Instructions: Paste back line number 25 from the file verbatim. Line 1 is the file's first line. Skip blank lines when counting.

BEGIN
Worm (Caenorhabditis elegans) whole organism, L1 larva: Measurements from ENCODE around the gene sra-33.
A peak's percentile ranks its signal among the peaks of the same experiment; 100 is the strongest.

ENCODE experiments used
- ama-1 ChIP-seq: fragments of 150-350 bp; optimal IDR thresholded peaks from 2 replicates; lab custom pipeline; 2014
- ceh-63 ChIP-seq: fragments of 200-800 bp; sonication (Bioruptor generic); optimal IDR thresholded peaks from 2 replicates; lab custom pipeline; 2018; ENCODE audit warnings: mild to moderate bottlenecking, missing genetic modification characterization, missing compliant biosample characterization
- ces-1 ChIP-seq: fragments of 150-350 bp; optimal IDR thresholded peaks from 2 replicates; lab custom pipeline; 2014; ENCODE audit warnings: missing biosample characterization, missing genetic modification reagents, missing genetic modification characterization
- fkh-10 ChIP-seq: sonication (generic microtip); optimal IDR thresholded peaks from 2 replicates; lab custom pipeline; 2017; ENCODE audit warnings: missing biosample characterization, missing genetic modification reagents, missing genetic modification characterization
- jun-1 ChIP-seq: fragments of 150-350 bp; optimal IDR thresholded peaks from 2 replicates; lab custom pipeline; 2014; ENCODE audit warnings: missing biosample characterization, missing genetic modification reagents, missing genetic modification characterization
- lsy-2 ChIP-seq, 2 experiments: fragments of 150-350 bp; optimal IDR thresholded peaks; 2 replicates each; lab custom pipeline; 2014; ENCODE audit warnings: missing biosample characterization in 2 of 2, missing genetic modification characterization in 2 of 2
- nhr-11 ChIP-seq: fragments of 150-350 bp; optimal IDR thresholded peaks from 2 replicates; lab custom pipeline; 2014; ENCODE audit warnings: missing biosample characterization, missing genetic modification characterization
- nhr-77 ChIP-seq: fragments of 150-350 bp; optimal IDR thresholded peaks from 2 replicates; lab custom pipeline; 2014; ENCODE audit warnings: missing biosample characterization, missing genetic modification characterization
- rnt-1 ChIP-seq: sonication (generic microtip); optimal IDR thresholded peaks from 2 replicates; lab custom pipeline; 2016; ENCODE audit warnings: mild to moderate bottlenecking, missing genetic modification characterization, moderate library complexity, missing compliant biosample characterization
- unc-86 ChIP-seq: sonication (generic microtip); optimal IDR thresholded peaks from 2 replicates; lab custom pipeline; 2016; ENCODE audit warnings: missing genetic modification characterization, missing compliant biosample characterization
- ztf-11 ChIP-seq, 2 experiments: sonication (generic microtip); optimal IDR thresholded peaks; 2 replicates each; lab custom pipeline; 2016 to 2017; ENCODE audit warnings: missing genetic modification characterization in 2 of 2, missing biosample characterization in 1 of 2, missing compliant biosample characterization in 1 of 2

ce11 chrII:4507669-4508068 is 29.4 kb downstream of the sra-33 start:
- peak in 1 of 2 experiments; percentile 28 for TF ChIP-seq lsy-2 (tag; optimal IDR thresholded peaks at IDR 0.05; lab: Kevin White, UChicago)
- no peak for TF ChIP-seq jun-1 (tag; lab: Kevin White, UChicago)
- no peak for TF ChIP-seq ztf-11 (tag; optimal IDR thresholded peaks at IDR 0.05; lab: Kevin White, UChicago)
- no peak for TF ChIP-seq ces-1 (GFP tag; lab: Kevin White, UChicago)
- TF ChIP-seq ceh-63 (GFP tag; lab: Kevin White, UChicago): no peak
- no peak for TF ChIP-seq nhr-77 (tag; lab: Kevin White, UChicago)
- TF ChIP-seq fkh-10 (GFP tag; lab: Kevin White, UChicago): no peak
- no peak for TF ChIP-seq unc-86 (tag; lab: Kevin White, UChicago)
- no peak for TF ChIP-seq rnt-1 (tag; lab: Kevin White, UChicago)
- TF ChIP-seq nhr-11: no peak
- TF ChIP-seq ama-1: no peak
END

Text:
- TF ChIP-seq nhr-11: no peak